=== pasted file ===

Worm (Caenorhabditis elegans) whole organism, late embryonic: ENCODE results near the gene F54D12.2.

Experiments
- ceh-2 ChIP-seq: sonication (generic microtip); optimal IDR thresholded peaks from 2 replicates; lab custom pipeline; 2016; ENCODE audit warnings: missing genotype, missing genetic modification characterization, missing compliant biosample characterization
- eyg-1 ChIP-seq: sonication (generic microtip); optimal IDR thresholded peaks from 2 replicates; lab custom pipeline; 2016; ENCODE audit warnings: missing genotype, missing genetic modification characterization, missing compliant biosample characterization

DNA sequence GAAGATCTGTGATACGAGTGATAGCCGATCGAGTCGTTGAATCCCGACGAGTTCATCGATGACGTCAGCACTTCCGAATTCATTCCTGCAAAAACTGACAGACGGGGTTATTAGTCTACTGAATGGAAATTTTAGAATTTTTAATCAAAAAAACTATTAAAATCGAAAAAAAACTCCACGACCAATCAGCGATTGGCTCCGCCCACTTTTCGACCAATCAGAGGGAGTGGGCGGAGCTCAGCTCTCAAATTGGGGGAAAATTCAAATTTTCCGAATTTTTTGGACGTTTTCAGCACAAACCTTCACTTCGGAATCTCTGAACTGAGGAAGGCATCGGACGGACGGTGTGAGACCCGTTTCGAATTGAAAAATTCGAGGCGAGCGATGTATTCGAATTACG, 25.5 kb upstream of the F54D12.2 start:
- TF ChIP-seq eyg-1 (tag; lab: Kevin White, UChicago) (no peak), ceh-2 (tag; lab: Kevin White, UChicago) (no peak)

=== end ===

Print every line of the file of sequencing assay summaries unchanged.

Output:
Worm (Caenorhabditis elegans) whole organism, late embryonic: ENCODE results near the gene F54D12.2.

Experiments
- ceh-2 ChIP-seq: sonication (generic microtip); optimal IDR thresholded peaks from 2 replicates; lab custom pipeline; 2016; ENCODE audit warnings: missing genotype, missing genetic modification characterization, missing compliant biosample characterization
- eyg-1 ChIP-seq: sonication (generic microtip); optimal IDR thresholded peaks from 2 replicates; lab custom pipeline; 2016; ENCODE audit warnings: missing genotype, missing genetic modification characterization, missing compliant biosample characterization

DNA sequence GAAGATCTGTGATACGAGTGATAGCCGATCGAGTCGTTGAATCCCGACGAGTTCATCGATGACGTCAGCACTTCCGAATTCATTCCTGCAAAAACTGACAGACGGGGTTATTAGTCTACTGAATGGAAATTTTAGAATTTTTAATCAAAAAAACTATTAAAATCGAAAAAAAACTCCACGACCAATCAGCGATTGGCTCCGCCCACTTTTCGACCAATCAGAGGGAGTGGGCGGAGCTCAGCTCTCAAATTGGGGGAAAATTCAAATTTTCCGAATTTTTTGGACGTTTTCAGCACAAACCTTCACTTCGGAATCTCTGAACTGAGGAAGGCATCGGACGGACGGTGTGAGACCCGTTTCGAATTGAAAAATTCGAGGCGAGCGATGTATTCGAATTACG, 25.5 kb upstream of the F54D12.2 start:
- TF ChIP-seq eyg-1 (tag; lab: Kevin White, UChicago) (no peak), ceh-2 (tag; lab: Kevin White, UChicago) (no peak)